What to do instead: If your intuition is causing you to procrastinate, it might behoove you to procrastinate just a little bit more and get to the root of your hesitation. Your subconscious mind might be throwing up red flags that you’re missing. So, take a moment and really dive deep into what part of your task feels “icky.” Then, pull that thread until you have a good answer. After that, you can act accordingly.

You don’t think you’re good enough

If I had a dollar for every article written in 2021 about imposter syndrome, I’d be able to afford that shiny Brentwood vanity property the Altman Brothers are selling on Million Dollar Listing Los Angeles. Imposter syndrome is loosely defined in Harvard Business Review by Ruchika Tulshyan and Jodi-Ann Bureyas as “doubting your abilities and feeling like a fraud.”

When I started my company, I struggled with imposter syndrome every day. Why should anybody trust me? What do I know about, well, anything? Who do I think I am to start a company? These thoughts still swirl through my head often and can be a very real cause of procrastination. We all, at some point, wonder if we are good enough to do the things we are doing. That’s human nature.

Fuschia Sirois, a professor of psychology at the University of Sheffield in England, says that low self-esteem can be a large factor in procrastination. And Joseph Ferrari calls these people, “avoiders, who procrastinate to avoid being judged for how they perform.”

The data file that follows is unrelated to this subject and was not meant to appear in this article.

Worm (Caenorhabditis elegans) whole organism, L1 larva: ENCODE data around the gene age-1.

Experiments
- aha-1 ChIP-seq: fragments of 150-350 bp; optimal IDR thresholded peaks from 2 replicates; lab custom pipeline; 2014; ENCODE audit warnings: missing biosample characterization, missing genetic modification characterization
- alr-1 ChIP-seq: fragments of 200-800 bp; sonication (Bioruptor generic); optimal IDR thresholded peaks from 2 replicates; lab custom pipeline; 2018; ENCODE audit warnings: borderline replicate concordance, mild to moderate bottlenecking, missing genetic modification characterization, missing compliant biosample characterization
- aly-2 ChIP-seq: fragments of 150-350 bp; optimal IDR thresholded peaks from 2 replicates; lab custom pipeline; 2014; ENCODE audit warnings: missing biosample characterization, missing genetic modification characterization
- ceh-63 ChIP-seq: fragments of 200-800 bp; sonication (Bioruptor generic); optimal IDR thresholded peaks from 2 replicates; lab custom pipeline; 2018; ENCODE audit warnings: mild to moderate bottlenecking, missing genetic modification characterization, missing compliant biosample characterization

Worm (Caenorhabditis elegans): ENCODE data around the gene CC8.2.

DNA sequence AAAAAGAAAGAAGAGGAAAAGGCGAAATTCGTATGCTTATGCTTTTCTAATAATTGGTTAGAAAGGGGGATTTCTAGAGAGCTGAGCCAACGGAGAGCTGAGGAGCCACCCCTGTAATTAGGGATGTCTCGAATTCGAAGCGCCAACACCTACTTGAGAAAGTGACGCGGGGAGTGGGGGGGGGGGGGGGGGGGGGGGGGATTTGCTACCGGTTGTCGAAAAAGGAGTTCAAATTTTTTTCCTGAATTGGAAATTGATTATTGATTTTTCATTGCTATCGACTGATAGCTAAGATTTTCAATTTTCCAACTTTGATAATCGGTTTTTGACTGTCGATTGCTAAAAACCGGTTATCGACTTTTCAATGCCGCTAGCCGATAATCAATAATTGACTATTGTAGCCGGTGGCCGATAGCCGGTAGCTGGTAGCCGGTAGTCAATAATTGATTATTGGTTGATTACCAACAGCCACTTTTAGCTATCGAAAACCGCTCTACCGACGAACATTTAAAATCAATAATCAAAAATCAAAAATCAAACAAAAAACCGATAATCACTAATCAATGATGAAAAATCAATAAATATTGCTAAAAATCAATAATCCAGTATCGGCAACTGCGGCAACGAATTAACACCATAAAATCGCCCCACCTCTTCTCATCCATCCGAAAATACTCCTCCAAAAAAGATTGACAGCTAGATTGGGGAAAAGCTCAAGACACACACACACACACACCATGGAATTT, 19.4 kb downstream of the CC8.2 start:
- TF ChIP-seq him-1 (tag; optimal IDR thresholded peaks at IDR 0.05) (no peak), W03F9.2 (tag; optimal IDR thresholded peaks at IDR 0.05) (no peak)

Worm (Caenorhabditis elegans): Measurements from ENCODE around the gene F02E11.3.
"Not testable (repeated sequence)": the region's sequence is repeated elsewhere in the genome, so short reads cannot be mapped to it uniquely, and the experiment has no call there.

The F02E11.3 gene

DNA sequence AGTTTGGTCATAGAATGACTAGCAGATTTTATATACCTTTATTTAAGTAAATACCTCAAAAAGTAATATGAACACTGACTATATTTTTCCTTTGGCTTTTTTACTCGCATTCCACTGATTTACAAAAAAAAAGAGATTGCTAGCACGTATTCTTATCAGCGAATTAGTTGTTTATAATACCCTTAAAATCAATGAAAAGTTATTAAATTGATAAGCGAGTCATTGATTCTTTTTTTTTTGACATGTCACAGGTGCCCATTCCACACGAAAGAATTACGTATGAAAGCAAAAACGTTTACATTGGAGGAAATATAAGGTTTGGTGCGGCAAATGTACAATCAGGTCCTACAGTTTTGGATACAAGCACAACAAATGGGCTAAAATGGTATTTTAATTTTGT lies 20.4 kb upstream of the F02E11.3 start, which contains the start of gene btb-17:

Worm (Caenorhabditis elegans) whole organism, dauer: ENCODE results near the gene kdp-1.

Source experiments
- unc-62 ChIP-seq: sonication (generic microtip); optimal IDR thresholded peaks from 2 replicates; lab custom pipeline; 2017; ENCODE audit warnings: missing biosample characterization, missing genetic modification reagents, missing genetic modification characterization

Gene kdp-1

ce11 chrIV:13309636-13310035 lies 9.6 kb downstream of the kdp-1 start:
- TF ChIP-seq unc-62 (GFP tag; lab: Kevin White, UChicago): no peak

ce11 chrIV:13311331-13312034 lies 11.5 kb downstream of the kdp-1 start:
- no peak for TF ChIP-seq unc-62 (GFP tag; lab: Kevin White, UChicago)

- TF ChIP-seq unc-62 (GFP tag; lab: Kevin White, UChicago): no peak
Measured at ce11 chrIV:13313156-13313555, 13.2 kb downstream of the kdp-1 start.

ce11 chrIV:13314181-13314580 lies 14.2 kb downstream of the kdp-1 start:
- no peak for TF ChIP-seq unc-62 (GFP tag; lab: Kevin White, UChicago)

If you’re worried about doing something wrong, worried about what your boss might think if you fail, or you’re simply worried that you don’t have the skills or experience to do a task, you might be tempted to put it off as long as possible. And by postponing tasks until the last minute, you then don’t have time to do your best work. Thus, the mindset can be, it’s not really your fault that you failed, you would have done better if you had more time

What to do instead: If you’re feeling you might not be good enough, guess what? Most of us feel the same way. No, seriously. A recent article in Inc Magazine says that approximately 8 in 10 people deal with imposter syndrome. And the way to overcome your procrastination based on not feeling you’re good enough? Give yourself a little compassion. Simple and difficult at the same time.